Spending fun time with your kids doesn’t require advanced planning, pre-purchased packages, or lots of money and time. Instead, find ways to incorporate fun times into your every day life.

Saturday, June 9, 2012

The Clone Blog II

Health issues necessitate me writing another one of my clone blogs. Those issues are numerous. Final diagnoses: Pneumonitis; multiple right lung nodules, likely benign, but with no comparison cannot exclude neoplasm; left kidney upper pole low-attenuation exophytic lesion, likely a hyperdense cyst. Must follow up with CT scan in 3 months to compare.

So here I am, at home. Completely exhausted. Everything I do tires me. But I still suffer from insomnia (some things never change), so the night before last while I was awake for several hours, I had a bowl of cereal and watched a movie. The following morning I awoke at 8 a.m. (very late for me), made myself a breakfast smoothie, then became so overwhelmingly tired, I had to rest on the couch where I fell into a coma for several minutes.

I have to admit, I'm a little overwhelmed by what has been happening lately. I think I handled the breast cancer problem quite well. I've always said that nothing scares me more than not breathing. But while still dealing with the lung problem and continuing to take all my asthma and cancer meds, I've had to assimilate what occurred at my oncologist's office the day before yesterday.

During a routine mammogram, something "suspicious" showed up on the breast where I didn't have breast cancer. Whoa! Really? I decided right there that if I have breast cancer again, I'm NOT going through chemo and radiation again. The surgeon who cut out my tumor left a gigantic scar that deformed my right breast. If I have to go through that again, I'm having a double mastectomy.

And the CAT scan I had on my lungs while I was hospitalized showed some sort of growth on my kidneys. My kidneys? Are you serious? And then I remembered this lump that had been on my lower back for the past couple of years. I had asked a doctor what she thought about it, and she thought nothing of it, so I let it go. But now I know that the lump is probably the growth that showed up on the CAT scan.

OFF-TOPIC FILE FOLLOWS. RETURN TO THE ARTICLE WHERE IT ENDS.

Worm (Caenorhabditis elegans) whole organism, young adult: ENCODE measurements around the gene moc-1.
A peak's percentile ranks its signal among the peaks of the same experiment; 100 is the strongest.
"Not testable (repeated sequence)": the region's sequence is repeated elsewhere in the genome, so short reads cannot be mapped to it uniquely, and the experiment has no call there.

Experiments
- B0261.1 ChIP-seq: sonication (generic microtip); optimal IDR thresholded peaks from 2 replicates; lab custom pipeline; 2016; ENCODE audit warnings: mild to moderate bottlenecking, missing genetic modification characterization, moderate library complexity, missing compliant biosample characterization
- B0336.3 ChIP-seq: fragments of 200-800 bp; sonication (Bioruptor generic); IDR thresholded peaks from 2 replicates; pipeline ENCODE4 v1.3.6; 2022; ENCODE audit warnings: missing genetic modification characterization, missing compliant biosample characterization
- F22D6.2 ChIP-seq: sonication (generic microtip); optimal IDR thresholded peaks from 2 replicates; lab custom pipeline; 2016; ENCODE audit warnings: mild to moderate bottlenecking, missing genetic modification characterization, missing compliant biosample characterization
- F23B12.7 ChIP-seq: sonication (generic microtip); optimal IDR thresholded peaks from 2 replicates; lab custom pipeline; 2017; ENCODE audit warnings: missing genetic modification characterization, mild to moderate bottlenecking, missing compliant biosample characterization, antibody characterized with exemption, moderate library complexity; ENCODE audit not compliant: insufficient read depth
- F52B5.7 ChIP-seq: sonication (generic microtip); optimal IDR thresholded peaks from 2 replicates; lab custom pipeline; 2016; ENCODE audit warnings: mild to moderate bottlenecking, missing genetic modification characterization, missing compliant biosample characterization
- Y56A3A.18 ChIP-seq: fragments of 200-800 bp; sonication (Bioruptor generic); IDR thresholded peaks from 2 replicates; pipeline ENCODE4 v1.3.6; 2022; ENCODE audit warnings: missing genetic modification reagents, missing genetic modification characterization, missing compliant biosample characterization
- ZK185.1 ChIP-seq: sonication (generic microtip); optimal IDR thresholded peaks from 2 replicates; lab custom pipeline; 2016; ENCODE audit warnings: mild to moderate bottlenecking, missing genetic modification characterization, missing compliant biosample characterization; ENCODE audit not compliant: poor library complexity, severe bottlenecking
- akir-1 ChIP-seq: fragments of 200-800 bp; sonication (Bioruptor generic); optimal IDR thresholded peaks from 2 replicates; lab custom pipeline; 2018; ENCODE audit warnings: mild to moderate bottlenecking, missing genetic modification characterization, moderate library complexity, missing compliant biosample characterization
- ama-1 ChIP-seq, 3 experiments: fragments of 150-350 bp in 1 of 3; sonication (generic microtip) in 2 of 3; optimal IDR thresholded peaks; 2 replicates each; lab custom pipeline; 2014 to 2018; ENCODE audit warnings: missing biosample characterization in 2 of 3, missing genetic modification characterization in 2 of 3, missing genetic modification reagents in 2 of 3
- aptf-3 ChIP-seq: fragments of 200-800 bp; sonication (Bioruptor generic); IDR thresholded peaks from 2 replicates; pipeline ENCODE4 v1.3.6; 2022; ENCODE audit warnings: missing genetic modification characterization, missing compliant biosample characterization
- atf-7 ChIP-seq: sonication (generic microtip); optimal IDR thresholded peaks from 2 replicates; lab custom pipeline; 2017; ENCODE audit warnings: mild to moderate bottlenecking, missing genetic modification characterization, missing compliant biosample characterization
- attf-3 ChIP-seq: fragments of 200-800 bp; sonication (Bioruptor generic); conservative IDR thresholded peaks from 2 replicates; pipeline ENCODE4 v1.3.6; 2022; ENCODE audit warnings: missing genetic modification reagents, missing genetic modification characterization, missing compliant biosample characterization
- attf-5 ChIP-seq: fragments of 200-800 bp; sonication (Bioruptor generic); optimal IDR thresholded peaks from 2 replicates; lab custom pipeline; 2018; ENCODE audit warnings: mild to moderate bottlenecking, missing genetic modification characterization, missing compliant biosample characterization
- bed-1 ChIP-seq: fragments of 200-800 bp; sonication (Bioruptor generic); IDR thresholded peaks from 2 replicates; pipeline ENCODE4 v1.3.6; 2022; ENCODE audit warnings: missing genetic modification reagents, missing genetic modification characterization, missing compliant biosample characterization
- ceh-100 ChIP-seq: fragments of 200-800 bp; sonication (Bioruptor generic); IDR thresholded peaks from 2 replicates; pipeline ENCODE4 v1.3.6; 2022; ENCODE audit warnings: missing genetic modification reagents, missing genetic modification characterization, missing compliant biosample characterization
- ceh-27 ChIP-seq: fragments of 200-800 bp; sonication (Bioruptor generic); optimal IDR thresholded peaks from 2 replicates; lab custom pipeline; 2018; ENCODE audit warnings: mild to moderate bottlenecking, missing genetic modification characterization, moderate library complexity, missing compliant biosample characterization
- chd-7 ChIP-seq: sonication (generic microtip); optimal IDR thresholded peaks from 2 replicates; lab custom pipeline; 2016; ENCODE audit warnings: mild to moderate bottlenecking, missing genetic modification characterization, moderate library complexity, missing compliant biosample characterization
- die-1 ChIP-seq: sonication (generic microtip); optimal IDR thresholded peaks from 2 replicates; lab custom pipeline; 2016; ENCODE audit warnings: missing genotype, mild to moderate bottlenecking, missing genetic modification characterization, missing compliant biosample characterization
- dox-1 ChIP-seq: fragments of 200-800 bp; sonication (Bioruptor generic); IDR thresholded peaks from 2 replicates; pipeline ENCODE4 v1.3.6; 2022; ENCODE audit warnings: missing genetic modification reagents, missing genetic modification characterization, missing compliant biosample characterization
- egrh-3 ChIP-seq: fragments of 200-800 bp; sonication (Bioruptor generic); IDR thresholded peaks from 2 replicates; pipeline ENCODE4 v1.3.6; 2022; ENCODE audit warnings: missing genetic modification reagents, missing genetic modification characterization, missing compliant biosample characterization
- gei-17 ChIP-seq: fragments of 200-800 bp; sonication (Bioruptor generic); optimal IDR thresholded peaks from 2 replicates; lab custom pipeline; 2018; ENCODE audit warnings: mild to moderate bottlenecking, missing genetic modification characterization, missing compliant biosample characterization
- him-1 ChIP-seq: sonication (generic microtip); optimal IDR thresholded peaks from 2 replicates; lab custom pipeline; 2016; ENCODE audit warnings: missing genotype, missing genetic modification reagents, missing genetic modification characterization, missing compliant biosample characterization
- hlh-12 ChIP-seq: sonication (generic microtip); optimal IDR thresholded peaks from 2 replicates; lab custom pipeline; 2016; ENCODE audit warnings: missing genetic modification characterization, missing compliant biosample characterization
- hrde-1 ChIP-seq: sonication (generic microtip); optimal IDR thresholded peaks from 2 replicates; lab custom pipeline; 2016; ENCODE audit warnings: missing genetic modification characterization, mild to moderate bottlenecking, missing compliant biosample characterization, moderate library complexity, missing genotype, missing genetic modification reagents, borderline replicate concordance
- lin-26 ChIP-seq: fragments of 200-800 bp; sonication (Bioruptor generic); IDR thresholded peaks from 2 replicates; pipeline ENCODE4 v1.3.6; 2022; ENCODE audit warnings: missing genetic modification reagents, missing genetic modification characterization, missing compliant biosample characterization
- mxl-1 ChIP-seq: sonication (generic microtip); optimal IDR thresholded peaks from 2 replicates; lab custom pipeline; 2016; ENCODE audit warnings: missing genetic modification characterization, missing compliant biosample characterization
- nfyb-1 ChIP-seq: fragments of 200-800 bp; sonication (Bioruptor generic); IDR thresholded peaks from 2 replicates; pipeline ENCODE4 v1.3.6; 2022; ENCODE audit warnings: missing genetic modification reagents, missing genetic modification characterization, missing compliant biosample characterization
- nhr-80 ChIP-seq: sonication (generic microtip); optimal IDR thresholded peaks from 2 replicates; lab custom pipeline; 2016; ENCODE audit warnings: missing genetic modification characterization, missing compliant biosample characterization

So all of these new conditions were found quite by accident but they require me to get another mammogram next week and a CAT scan on my kidneys next week too. 

In addition to those visits, I'm supposed to return to my new GP (who started this whole thing rolling by admitting me – thank you, Dr. Gowda – I'm not being sarcastic – if not for his quick appraisal of my breathing problems, I don't know how quickly my condition would have deteriorated). As a result of all of those tests and doctor visits, I think I'll hold off on seeing the pulmonary doctor again until after I return from Virginia the beginning of July.

If you know me, you will know this is killing me. I can't write for long periods of time, I can't crochet for long periods of time, and I can't do anything that requires physical effort without becoming completely exhausted. I suffer from dizziness and lightheadedness, which, I've discovered may be a result of my persistent low potassium count. The infection still rages in my lungs and if I could just get rid of that one thing, I know I would feel so much better.

So yes, to save myself from even more exhaustion, I have cloned this blog, which appears in all of the following blogs: